- Introduce yourself: People tend to overthink the start of a conversation. The easiest (and most natural way) to start a conversation is saying, “Hi, I’m ___________.”
- Come prepared: If you don’t feel comfortable making small talk, it can help to think about your environment and audience first and develop a list of potential topics or questions. For example, if you’re attending a wedding, some potential topics might be how each of you knows the bride and/or groom, funny stories you know about the bride/groom, opinions about the décor/music/food, or stories about past weddings you’ve attended.
- Listen more than you speak: In general, people like talking about themselves (there are always exceptions to the rule though--watch for cues of discomfort), so if you can hone in on topics of interest to the other person (see the next tip) and ask open-ended questions, this will make the situation more comfortable for the two of you.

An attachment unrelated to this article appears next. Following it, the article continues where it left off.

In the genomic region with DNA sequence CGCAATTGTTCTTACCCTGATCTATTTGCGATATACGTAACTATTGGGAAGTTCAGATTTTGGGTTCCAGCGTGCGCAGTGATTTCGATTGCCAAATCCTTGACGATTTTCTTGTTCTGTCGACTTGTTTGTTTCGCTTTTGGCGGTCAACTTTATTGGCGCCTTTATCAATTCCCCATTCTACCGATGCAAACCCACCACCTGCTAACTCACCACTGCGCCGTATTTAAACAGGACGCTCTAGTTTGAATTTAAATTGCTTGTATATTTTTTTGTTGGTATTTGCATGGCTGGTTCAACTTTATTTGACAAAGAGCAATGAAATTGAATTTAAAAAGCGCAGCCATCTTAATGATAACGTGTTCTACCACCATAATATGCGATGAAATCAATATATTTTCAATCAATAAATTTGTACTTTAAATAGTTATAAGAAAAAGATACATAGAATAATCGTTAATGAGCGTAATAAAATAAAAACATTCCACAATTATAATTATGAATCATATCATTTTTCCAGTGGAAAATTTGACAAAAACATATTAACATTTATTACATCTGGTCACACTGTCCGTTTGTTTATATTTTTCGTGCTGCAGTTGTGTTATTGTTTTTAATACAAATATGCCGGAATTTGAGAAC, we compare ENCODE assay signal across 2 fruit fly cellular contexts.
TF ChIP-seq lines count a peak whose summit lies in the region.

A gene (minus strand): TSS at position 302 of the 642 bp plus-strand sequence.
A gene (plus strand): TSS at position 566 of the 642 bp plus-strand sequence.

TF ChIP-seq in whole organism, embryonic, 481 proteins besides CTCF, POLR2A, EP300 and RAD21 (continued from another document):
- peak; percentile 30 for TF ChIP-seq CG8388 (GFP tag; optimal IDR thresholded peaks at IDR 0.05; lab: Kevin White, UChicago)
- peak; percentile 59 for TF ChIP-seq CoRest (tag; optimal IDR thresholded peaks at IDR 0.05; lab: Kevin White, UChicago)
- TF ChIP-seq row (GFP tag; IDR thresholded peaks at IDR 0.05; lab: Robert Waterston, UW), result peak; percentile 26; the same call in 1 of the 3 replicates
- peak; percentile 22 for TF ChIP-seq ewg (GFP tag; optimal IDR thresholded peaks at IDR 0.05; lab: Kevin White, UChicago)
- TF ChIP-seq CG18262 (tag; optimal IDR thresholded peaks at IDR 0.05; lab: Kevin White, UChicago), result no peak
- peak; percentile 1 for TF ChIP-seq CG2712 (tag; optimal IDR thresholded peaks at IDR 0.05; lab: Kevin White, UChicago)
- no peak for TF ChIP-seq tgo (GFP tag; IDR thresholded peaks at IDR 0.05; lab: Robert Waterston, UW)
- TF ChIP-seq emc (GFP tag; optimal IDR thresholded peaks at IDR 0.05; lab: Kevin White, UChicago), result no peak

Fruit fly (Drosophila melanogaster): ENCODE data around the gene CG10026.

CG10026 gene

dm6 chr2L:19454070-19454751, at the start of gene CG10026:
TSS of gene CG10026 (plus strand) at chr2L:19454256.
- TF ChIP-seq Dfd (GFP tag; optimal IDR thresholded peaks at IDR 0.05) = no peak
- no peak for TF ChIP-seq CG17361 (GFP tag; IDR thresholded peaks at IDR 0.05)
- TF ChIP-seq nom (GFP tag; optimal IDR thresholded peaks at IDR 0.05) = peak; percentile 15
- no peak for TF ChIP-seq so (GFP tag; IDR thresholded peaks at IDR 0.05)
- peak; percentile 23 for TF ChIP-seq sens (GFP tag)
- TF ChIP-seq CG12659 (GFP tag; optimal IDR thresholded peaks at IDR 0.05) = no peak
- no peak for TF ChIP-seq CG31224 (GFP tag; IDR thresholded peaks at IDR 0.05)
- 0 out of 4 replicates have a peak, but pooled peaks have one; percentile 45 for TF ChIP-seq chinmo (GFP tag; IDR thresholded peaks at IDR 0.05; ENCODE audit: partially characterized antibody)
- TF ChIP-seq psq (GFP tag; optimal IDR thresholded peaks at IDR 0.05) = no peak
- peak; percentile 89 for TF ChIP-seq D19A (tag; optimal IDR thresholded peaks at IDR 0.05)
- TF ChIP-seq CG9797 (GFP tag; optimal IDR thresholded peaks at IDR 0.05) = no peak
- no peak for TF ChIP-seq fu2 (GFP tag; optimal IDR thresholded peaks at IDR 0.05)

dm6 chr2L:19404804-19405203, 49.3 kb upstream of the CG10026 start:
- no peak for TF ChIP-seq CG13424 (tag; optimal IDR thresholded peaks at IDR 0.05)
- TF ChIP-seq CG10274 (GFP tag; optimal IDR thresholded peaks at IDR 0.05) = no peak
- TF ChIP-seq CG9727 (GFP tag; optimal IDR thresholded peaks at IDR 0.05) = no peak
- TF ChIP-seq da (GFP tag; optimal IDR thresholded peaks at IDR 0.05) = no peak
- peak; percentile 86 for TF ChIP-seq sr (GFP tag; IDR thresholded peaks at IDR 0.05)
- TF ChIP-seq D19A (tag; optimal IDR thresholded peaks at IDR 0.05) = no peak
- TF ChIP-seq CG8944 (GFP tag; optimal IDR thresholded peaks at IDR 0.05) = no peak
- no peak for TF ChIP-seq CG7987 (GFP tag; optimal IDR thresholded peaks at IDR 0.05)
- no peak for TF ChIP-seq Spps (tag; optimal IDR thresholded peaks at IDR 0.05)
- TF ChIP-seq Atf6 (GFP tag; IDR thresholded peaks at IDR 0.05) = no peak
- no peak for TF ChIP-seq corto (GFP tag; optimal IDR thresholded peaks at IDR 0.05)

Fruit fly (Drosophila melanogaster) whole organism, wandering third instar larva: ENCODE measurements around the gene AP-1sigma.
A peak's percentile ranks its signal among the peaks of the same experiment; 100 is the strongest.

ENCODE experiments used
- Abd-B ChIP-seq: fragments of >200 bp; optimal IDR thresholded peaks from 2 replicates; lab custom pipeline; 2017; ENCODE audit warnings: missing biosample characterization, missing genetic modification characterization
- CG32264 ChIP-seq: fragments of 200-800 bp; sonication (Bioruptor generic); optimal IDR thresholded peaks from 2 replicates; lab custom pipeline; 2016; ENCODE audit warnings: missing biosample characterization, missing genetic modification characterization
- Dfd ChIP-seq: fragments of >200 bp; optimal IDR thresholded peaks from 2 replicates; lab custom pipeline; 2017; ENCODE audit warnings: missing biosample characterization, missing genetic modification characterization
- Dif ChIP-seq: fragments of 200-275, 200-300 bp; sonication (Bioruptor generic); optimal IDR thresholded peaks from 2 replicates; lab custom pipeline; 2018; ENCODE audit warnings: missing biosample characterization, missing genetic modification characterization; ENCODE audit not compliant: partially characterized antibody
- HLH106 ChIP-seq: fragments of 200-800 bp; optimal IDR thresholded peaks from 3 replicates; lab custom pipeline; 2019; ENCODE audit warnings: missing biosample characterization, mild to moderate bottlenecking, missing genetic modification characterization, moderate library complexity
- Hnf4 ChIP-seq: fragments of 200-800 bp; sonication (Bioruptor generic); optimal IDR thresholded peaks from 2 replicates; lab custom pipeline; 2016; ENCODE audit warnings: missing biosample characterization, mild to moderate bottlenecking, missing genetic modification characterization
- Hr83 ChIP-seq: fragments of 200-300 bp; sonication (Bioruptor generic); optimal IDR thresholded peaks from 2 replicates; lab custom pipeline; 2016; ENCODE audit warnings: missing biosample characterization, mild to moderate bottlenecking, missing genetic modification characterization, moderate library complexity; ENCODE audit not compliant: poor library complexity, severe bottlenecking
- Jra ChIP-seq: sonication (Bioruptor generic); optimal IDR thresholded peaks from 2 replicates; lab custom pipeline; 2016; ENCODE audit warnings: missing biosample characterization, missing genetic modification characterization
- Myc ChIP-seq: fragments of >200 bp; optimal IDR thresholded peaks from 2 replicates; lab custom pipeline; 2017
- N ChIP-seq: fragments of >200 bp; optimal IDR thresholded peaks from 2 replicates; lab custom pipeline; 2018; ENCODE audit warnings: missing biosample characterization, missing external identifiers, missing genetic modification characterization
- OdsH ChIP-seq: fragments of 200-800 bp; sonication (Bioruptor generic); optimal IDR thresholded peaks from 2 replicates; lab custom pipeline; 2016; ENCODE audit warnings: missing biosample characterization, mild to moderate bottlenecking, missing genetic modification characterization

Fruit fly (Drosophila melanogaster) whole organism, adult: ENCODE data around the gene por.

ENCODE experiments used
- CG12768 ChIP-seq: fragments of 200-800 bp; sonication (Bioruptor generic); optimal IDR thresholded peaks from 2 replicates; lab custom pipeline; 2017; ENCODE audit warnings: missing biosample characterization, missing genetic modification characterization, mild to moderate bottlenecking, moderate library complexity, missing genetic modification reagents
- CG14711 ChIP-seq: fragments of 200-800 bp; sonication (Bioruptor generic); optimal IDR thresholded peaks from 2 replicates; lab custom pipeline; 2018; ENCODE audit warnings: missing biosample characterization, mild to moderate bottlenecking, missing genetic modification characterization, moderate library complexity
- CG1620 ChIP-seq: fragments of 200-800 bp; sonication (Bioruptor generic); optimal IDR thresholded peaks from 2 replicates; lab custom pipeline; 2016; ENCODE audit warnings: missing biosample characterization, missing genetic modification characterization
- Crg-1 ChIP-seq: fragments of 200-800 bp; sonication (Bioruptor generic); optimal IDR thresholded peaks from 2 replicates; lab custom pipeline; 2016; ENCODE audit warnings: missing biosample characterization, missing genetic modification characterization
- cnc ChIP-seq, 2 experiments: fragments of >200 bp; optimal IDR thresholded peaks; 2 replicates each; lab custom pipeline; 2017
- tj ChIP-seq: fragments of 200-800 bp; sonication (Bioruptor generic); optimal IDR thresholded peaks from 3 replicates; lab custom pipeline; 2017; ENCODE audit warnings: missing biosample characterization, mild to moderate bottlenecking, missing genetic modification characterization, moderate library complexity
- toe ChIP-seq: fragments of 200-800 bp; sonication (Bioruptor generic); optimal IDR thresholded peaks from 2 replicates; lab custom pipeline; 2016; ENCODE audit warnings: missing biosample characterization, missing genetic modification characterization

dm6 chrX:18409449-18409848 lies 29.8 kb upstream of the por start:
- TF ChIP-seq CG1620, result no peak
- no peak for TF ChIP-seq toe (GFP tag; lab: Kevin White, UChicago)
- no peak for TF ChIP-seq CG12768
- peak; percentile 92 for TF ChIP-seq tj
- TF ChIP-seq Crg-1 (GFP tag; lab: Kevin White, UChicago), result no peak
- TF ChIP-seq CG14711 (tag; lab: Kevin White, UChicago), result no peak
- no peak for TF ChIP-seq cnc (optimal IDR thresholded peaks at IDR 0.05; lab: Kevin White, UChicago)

- Tailor the conversation to the other person: Although there are always topics to avoid and there are usually topics that are considered “safe” (e.g., weather, kids, pets), the person you are conversing with will be much more engaged in the conversation if you can hone in on areas of interest to them. It might take you using the funnel technique to figure out what those interest areas are. Start with general topics and pay close attention to non-verbal cues to measure the other’s interest level (e.g. lifts head up, eyes sparkle, excitability in voice).